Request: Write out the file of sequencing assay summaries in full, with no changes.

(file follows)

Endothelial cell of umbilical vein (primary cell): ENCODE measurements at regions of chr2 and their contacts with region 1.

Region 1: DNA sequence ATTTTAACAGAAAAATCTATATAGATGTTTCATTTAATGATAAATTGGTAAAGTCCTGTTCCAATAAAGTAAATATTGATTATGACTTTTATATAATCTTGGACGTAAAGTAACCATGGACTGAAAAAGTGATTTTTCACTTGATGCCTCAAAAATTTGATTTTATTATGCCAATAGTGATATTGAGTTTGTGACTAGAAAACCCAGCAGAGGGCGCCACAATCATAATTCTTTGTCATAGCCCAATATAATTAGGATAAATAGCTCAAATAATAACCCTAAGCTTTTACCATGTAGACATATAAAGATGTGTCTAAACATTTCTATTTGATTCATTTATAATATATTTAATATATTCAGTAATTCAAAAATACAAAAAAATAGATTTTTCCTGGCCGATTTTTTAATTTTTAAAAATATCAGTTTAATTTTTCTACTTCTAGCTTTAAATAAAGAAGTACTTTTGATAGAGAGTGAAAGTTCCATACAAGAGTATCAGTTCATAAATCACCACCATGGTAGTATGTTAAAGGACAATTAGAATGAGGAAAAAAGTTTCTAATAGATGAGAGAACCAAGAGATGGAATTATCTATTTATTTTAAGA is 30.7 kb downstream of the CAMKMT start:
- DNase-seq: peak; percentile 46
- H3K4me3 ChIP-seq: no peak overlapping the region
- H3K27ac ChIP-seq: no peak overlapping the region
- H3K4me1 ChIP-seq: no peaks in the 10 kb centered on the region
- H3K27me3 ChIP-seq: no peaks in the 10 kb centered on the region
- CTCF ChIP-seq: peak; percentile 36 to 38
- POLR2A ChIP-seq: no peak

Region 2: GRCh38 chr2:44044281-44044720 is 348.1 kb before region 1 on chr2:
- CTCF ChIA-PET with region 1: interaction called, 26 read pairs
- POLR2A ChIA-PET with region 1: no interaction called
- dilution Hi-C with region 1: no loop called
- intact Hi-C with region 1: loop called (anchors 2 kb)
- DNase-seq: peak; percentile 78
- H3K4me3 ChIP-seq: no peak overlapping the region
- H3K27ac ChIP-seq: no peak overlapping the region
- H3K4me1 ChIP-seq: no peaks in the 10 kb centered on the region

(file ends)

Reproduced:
Endothelial cell of umbilical vein (primary cell): ENCODE measurements at regions of chr2 and their contacts with region 1.

Region 1: DNA sequence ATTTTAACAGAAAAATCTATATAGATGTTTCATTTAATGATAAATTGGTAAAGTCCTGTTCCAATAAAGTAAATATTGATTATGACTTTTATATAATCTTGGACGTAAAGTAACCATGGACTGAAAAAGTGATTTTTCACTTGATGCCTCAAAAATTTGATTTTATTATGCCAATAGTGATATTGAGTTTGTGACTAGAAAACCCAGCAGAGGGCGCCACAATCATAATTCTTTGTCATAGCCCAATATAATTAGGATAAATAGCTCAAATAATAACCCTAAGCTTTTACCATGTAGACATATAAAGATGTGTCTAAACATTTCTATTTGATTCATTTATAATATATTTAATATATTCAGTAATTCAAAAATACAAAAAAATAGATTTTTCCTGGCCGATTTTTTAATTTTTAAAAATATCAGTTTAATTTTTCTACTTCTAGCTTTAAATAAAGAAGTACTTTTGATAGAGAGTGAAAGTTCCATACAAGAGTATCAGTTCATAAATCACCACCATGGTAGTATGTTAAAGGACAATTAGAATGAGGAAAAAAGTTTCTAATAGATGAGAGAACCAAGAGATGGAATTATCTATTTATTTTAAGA is 30.7 kb downstream of the CAMKMT start:
- DNase-seq: peak; percentile 46
- H3K4me3 ChIP-seq: no peak overlapping the region
- H3K27ac ChIP-seq: no peak overlapping the region
- H3K4me1 ChIP-seq: no peaks in the 10 kb centered on the region
- H3K27me3 ChIP-seq: no peaks in the 10 kb centered on the region
- CTCF ChIP-seq: peak; percentile 36 to 38
- POLR2A ChIP-seq: no peak

Region 2: GRCh38 chr2:44044281-44044720 is 348.1 kb before region 1 on chr2:
- CTCF ChIA-PET with region 1: interaction called, 26 read pairs
- POLR2A ChIA-PET with region 1: no interaction called
- dilution Hi-C with region 1: no loop called
- intact Hi-C with region 1: loop called (anchors 2 kb)
- DNase-seq: peak; percentile 78
- H3K4me3 ChIP-seq: no peak overlapping the region
- H3K27ac ChIP-seq: no peak overlapping the region
- H3K4me1 ChIP-seq: no peaks in the 10 kb centered on the region